Fuel Cell Won’t Hurt Gordon
- Oct 02, 2002
- 24 Team
CHARLOTTE, N.C. (Oct. 2, 2002)—After posting his third win of the year on Sunday at Kansas Speedway and staking his claim in the championship chase, Jeff Gordon will look to avoid the “big one” as the NASCAR Winston Cup Series heads to Talladega (Ala.) Superspeedway this weekend for the EA Sports 500.
Talladega is one of two restrictor plate tracks on the Winston Cup circuit where multi-car accidents are a common occurrence. In an attempt to make the race safer, NASCAR has reduced the size of the fuel cells in the cars.
“It makes some sense,” Gordon said, driver of the No. 24 DuPont Chevrolet. “The lighter fuel load will force us into more green flag pit stops which should break us up from one big pack of 43 cars to a number of smaller packs.
“I just hope that if it comes down to a fuel mileage race that we’ve got decent fuel mileage. If we all use our heads and play it smart and do what we’re capable of doing, we can put on one heck of a race—one that the fans will enjoy and that we’ll enjoy—and come out with an exciting finish.”
Gordon avoided the big one and finished fourth at Talladega earlier this year. Overall at the 2.66-mile superspeedway he has two wins, eight top-five and 10 top-10 finishes. However, of his 42 career Winston Cup poles, none have come at Talladega.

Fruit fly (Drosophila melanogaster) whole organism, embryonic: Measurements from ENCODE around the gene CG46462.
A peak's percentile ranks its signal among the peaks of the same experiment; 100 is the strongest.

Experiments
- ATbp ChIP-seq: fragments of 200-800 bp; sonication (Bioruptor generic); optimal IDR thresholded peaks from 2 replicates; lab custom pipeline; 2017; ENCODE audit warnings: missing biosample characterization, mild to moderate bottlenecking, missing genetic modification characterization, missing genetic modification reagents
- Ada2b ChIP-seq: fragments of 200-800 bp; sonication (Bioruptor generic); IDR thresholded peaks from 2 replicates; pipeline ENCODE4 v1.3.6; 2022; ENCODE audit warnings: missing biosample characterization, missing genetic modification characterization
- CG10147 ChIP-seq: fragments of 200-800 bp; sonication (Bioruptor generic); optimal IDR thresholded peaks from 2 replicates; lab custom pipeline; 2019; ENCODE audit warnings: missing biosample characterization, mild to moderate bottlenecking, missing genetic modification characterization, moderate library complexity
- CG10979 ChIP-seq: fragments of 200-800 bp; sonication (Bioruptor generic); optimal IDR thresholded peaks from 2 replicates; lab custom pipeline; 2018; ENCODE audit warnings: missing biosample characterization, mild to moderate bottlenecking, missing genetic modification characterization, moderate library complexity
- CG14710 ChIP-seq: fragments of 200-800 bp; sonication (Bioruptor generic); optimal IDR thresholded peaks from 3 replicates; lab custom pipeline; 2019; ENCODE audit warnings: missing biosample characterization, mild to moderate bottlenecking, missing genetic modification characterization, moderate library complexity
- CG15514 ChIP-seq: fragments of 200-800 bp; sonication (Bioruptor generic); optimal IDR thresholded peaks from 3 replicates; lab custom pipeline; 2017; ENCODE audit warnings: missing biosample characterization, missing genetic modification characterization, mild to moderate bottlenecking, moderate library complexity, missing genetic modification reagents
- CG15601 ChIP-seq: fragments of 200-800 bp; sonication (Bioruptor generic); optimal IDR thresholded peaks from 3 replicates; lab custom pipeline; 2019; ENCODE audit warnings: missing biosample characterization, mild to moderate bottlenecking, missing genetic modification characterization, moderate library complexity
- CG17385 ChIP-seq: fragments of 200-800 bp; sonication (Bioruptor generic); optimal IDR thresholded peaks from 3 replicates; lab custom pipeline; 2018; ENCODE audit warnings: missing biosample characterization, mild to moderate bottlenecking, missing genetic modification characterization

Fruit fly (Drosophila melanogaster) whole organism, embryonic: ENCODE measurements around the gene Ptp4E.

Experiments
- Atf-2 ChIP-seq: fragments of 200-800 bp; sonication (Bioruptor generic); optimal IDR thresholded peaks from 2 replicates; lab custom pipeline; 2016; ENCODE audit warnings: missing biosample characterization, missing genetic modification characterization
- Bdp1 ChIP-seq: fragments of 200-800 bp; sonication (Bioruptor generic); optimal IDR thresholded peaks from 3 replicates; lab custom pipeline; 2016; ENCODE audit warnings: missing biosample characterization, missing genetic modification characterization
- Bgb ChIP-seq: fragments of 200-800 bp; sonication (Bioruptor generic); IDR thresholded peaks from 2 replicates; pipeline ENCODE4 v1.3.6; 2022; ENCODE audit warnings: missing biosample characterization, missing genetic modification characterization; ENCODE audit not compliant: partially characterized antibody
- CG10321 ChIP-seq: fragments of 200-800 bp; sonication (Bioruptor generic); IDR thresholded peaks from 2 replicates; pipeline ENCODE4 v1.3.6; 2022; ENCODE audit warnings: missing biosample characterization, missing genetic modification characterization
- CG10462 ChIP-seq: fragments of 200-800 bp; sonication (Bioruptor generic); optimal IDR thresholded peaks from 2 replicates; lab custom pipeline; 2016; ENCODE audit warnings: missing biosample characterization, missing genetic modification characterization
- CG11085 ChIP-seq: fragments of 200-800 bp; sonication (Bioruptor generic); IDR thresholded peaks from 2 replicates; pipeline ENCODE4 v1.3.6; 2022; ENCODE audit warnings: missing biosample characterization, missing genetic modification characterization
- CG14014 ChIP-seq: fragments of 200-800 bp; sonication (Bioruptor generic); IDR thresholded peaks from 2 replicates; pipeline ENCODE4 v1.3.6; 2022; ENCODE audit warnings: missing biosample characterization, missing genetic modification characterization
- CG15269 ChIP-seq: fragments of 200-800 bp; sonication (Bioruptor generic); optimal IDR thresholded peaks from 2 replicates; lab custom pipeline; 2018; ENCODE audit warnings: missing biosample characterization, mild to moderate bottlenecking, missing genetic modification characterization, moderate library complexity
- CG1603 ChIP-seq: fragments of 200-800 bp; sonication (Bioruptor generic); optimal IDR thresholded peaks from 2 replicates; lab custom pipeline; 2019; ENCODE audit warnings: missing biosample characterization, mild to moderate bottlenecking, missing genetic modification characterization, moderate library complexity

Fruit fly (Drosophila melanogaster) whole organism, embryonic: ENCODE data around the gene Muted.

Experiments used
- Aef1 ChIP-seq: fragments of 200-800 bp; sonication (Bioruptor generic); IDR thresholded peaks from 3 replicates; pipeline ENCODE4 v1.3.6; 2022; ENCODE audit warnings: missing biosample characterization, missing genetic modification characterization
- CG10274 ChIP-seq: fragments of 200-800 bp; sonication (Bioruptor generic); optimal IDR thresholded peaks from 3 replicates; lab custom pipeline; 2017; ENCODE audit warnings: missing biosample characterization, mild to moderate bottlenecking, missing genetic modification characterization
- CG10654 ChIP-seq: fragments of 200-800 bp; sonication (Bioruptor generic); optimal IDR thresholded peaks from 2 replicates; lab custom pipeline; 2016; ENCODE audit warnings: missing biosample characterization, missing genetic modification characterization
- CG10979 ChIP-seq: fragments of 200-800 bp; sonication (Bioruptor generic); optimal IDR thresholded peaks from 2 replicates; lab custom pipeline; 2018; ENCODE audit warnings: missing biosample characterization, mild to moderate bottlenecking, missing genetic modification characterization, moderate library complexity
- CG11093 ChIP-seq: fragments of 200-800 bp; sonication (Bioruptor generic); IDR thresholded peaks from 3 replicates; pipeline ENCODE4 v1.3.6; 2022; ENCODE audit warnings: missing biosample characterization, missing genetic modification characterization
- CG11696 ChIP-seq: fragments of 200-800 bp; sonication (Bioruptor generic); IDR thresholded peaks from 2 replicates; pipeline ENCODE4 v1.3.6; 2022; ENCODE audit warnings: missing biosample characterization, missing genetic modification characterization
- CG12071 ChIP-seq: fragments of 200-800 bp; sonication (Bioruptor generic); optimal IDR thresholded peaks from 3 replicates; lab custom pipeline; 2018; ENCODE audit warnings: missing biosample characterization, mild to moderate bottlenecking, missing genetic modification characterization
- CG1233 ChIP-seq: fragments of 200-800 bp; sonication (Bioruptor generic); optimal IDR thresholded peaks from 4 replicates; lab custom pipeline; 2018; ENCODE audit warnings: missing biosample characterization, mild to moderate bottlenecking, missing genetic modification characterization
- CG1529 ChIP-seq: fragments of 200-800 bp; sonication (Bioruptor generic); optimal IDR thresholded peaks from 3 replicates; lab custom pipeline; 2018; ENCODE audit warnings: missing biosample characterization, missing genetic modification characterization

“Qualifying isn’t as important here as it is at other tracks,” he said. “Don’t get me wrong, I’d much rather start up front. But with the restrictor plates and aero rules we have here, if you start in the back you can work your way up front in just a few laps.”
Gordon will look to get up front and stay there this weekend. Last Sunday at Kansas he led the most laps en route to his 61st career Winston Cup win and gained the most possible points—185. He picked up 81 points on the overall lead in the point standings and is currently fourth, 109 behind leader and teammate Jimmie Johnson.
“This race has the most potential for a big shakeup in the point standings,” Gordon said. “I imagine everyone’s goal is to come out of it without taking a significant hit.
“Our strategy will be the same as it is every week, get to the front, have solid pit stops and put ourselves in a position at the end of the race to win or finish in the top-five.
“These last seven races are going to be very interesting. We can’t focus on what other guys are doing—whether they’re doing something good or having trouble—all we can focus on is our own program. That’s how we’ve won championships in the past and that’s how we’re going to win them in the future.”